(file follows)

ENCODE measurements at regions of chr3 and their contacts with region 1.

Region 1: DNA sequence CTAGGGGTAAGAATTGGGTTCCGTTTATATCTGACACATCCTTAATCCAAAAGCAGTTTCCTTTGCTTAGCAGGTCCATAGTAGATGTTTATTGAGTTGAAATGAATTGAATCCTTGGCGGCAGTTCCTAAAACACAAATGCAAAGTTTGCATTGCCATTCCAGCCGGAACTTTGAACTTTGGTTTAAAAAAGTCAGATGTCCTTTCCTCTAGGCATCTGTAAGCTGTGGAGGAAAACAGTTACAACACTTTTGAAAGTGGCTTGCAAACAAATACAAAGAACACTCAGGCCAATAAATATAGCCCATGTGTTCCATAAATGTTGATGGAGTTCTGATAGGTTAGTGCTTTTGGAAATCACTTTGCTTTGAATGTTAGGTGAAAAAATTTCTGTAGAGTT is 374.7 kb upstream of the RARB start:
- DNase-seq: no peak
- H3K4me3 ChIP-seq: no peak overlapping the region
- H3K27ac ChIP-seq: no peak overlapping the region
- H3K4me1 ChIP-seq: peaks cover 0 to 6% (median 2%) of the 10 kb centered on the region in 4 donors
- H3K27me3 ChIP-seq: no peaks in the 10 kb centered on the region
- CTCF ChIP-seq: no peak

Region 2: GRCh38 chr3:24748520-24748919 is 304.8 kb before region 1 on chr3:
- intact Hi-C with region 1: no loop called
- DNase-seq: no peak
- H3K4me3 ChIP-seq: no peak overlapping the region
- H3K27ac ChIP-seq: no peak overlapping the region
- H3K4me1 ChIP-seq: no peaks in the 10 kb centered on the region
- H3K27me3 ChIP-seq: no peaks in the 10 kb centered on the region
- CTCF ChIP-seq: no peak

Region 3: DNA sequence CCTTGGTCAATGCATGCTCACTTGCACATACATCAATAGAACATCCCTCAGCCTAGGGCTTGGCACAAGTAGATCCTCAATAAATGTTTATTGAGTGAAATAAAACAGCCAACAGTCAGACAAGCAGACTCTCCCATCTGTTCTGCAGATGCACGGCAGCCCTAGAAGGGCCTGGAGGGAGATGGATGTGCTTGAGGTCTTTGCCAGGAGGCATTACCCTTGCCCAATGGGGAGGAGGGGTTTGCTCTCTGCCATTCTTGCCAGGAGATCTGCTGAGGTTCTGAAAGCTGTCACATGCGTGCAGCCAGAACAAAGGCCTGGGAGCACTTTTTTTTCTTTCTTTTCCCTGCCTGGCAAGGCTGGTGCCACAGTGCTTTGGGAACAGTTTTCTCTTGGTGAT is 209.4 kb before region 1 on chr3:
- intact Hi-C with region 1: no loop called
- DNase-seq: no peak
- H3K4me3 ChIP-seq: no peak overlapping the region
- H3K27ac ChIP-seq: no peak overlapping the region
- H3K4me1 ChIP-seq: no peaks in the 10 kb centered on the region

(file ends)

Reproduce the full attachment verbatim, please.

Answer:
ENCODE measurements at regions of chr3 and their contacts with region 1.

Region 1: DNA sequence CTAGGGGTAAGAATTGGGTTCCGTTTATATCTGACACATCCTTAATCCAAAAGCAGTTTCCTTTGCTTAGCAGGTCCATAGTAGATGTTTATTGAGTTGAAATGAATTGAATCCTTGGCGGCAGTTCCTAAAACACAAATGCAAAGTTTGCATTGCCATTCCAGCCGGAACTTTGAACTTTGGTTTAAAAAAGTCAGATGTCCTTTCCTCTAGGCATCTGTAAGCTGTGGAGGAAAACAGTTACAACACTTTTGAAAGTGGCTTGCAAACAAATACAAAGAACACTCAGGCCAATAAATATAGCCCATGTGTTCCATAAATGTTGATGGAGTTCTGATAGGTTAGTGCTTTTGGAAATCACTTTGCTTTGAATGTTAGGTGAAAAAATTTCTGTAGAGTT is 374.7 kb upstream of the RARB start:
- DNase-seq: no peak
- H3K4me3 ChIP-seq: no peak overlapping the region
- H3K27ac ChIP-seq: no peak overlapping the region
- H3K4me1 ChIP-seq: peaks cover 0 to 6% (median 2%) of the 10 kb centered on the region in 4 donors
- H3K27me3 ChIP-seq: no peaks in the 10 kb centered on the region
- CTCF ChIP-seq: no peak

Region 2: GRCh38 chr3:24748520-24748919 is 304.8 kb before region 1 on chr3:
- intact Hi-C with region 1: no loop called
- DNase-seq: no peak
- H3K4me3 ChIP-seq: no peak overlapping the region
- H3K27ac ChIP-seq: no peak overlapping the region
- H3K4me1 ChIP-seq: no peaks in the 10 kb centered on the region
- H3K27me3 ChIP-seq: no peaks in the 10 kb centered on the region
- CTCF ChIP-seq: no peak

Region 3: DNA sequence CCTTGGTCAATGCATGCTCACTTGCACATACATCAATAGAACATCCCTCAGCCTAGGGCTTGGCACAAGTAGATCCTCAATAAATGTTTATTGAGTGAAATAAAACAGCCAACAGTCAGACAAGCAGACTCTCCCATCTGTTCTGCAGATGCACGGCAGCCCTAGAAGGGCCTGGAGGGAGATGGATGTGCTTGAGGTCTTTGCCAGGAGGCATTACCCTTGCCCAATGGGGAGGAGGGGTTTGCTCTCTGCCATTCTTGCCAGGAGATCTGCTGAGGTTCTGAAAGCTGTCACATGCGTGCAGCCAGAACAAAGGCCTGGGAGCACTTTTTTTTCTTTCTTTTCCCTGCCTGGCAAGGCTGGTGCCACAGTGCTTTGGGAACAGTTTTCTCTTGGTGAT is 209.4 kb before region 1 on chr3:
- intact Hi-C with region 1: no loop called
- DNase-seq: no peak
- H3K4me3 ChIP-seq: no peak overlapping the region
- H3K27ac ChIP-seq: no peak overlapping the region
- H3K4me1 ChIP-seq: no peaks in the 10 kb centered on the region